How to Modify Your Home for Senior Care
Adapting the home for a person who is partially or fully disabled can be a difficult process or a simple process. In general, the more adaptations (changes) that can be made early on -- with a view toward future needs-- the easier life will be for everyone concerned. Few caregivers can afford to remodel a home totally. Yet, it is important for readers to be aware of the "ideal" as they plan the changes that make sense for their situations.
The ideal home for the care of elderly or disabled persons is on one level (ground floor). Having more than one floor is all right as long as there is an elevator or other approved lift device. The ideal care home is laid out so that the caregiver and the person in care can see each other from other rooms.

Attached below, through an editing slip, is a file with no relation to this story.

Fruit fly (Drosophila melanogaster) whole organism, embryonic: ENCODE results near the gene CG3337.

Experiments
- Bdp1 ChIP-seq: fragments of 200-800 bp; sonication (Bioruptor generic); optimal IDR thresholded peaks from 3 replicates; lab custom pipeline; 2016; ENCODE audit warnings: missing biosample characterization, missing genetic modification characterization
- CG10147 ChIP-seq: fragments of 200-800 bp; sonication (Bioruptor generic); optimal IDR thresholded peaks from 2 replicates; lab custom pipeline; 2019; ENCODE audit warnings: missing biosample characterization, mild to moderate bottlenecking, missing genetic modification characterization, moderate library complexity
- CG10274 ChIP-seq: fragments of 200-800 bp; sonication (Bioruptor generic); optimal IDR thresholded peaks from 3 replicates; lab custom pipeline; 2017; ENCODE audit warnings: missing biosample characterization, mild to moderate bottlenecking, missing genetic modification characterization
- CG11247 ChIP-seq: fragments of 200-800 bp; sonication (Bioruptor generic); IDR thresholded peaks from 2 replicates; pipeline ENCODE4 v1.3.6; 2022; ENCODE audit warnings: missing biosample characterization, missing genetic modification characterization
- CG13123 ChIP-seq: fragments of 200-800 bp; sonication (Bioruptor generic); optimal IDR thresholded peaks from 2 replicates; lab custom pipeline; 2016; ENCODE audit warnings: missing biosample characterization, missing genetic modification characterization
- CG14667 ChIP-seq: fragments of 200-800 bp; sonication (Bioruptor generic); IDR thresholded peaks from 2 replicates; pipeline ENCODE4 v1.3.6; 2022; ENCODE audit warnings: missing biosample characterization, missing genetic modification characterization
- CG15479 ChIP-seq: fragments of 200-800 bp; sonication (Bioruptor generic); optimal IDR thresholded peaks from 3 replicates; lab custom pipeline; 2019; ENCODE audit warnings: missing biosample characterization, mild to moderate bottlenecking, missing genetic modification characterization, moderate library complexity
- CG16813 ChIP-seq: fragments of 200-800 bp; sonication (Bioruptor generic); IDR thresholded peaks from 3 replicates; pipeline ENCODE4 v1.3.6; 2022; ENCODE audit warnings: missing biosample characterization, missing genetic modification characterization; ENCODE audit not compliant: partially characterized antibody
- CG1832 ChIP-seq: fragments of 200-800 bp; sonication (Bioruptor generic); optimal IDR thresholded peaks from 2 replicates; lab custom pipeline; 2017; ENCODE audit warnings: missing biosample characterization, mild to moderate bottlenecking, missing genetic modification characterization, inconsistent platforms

Whether care will take place in your home or in the home of the person who needs care, the following factors must be considered:
- Is there enough room for both the person and items such as a wheelchair or walker?
- How accessible is the home if walkers or wheelchairs are used?
- Is a doctor, nurse, or specialist available to supervise care when needed?
- Is there a hospital emergency unit close by?
- Is the home environment safe and supportive and does it allow for some independence?
- Is money available to hire additional help?
- Is the person in question willing to have a caregiver in the home?
- Can the caregiver manage this role along with other family and personal responsibilities?
NOTE. For a safer home setting for the person with a respiratory condition such as asthma, emphysema, or chronic bronchitis, avoid:
- pleated lampshades
- belt-type humidifiers
- dirty heat ducts and air filters
- overstuffed furniture
- books and bookshelves
- tobacco smoke
- pets and stuffed toys
- wool blankets and clothing